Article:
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Healthy Leaders
Julie Sunne
Author

Julie Sunne

About the Author

Julie grew up on a farm in Iowa. She followed her love for the outdoors and first earned a Fisheries and Wildlife Biology degree from Iowa State University, then realized a high school teaching degree would be a better complement to her husband’s career with the state park system. She earned her teaching degree in Biology and Mathematics, and taught for a short while before staying home to be a mother.

She and her husband have four beautiful children. Their life became a roller coaster of peaks of thankfulness as each child was born, and low valleys of despair and bitterness with the loss of five miscarried children. Their third child, their only daughter, was born with lifelong disabilities.

Julie sees these peaks and valleys as tests of faith. The Lord has been faithful to see her family through the years of confusion and heartache, doing a mighty work in her heart. She now trusts the Almighty to lead the dance of life and to be the source of her joy. There is a purpose, however hidden, to the difficulties we all experience, and she firmly believes that there is inherent value and worth in every human being no matter the extent of their earthly capabilities.

Following years of working as a freelance editor and writer while being a full-time mom and homemaker, she answered God’s leading to write and speak about her experiences of loss and raising their precious daughter. She knows God is using her to reach out to others who are having difficulty finding acceptance and joy in their current life situation.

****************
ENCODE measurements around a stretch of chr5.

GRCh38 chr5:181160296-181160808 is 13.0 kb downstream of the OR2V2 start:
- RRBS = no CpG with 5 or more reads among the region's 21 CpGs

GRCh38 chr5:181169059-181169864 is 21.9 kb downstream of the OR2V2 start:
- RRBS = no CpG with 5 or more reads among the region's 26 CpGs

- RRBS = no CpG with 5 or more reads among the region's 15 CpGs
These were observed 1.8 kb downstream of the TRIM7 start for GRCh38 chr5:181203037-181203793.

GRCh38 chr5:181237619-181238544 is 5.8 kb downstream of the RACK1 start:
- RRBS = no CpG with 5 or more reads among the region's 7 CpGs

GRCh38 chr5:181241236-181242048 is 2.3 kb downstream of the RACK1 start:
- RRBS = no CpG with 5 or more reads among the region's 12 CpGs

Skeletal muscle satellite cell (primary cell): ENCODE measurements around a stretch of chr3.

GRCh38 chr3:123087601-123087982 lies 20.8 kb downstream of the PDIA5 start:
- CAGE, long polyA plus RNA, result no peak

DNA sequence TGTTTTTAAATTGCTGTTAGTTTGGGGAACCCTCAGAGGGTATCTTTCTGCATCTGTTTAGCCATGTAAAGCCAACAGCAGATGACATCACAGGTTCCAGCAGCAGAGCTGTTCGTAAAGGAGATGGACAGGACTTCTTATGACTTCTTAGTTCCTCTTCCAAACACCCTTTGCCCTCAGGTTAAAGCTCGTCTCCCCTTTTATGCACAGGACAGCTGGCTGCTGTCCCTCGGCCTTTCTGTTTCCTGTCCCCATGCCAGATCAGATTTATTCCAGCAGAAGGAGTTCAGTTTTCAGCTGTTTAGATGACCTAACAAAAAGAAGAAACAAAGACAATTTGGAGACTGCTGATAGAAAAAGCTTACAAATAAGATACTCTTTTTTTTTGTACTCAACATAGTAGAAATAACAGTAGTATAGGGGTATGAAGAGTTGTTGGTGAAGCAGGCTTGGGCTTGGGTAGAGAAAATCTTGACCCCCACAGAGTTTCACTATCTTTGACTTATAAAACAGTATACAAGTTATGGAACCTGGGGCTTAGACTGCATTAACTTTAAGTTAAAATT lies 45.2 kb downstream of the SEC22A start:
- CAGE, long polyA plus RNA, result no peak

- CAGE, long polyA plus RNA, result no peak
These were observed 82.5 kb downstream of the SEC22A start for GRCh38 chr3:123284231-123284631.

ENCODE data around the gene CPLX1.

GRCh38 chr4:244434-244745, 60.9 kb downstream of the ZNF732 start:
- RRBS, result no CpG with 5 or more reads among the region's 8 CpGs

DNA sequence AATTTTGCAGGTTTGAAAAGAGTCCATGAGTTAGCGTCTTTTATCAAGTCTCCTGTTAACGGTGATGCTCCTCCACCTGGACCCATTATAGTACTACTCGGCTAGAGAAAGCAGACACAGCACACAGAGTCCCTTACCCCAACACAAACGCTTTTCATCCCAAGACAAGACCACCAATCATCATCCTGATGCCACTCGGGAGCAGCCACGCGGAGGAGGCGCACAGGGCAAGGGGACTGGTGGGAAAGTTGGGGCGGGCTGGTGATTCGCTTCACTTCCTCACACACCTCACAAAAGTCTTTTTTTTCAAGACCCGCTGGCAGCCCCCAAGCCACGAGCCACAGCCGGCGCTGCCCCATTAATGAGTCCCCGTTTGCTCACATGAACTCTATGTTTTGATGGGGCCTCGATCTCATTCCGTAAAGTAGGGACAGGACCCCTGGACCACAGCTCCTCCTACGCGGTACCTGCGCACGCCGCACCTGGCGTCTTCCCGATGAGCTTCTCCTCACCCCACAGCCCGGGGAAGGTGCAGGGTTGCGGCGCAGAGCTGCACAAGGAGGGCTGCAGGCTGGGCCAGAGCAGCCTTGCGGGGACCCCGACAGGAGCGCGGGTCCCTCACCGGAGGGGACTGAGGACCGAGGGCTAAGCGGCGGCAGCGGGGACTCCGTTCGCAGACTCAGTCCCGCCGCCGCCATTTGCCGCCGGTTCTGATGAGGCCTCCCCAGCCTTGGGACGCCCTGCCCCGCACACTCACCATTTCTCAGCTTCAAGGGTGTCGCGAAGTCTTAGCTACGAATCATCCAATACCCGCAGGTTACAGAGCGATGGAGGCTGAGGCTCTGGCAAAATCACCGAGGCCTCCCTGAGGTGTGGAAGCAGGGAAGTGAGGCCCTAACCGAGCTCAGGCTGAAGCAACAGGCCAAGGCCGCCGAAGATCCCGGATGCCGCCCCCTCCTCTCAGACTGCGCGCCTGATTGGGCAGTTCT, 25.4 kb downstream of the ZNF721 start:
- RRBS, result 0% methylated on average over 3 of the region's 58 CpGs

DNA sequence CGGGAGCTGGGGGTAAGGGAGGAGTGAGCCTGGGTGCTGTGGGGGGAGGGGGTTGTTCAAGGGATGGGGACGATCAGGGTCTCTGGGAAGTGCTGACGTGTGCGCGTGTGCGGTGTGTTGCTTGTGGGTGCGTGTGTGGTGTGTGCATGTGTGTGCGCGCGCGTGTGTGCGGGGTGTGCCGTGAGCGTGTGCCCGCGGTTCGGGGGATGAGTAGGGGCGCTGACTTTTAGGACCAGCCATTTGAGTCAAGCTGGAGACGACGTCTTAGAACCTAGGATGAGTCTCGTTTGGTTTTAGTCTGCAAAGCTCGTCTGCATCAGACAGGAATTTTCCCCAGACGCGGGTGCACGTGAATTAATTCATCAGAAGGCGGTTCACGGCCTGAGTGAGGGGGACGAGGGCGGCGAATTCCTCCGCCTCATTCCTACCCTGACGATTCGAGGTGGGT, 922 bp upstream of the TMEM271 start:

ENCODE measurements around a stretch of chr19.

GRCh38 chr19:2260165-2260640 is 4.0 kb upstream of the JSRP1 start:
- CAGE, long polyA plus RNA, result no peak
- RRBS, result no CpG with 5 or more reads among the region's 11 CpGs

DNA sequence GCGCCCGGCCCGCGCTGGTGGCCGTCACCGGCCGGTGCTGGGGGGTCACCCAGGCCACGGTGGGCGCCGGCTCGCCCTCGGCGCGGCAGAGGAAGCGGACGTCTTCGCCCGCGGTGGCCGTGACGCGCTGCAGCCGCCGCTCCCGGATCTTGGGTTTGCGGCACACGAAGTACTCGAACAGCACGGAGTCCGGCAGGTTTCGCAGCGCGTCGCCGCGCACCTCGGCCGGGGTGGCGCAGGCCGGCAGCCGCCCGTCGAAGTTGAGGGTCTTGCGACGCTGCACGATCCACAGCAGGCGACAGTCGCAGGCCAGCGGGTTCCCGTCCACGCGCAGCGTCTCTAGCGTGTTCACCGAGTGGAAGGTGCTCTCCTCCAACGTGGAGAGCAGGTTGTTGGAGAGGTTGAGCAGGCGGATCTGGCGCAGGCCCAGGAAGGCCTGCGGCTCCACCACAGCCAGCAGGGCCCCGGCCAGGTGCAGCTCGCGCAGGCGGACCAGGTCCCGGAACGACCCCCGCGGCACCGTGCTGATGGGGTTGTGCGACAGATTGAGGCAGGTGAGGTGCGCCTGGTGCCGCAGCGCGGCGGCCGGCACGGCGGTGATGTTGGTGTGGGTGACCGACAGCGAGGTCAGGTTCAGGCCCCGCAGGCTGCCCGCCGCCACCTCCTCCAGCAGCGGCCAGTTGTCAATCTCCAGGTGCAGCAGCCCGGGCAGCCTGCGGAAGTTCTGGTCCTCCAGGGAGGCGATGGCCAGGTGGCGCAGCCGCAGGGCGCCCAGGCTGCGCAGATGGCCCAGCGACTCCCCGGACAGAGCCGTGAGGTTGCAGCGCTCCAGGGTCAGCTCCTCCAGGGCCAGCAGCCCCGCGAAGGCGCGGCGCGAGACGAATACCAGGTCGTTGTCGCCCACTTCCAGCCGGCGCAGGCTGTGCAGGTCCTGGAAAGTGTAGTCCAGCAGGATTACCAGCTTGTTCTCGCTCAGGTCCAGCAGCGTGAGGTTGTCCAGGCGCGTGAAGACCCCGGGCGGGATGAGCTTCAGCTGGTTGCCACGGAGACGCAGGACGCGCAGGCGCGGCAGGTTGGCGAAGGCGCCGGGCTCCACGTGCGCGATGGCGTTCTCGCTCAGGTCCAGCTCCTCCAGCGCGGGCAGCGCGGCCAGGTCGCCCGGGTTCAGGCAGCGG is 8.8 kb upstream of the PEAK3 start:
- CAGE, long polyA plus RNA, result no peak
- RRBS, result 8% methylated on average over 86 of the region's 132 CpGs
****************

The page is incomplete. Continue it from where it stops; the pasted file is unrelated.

She and her husband Dave have been married for nearly 24 years, raising three sons and one daughter in a state park in northeast Iowa.

Just Say No!

Demands for our time seem to clamor endlessly. When was the last time you had a peaceful moment when you were not thinking about that next thing to do? Usually the decision to commit to too many things is because we can’t seem to say “no.” How do you say “no” in these busy times? Is “no” being selfish, or is “yes” being selfish when you do not have the time to do well the thing to which you said “yes?”

Julie SunneJulie Sunne

6 Steps to Being Intentional:

Demands for our time seem to clamor endlessly. When was the last time you had a peaceful moment when you were not thinking about that next thing to do? Usually the decision to commit to too many things is because we can’t seem to say “no.” How do you say “no” in these busy times? Is “no” being selfish, or is “yes” being selfish when you do not have the time to do well the thing to which you said “yes?”

Julie SunneJulie Sunne

Unlikely Leaders

In Revelation 3:8 God told the church at Philadelphia that He had set an open door before them even though they had “little power.” Many times God opens a door for leaders who doubt their leadership abilities. How could I be considered a leader or have anything to offer leaders? Julie had to do some rethinking about leadership and asks several important questions.

Julie SunneJulie Sunne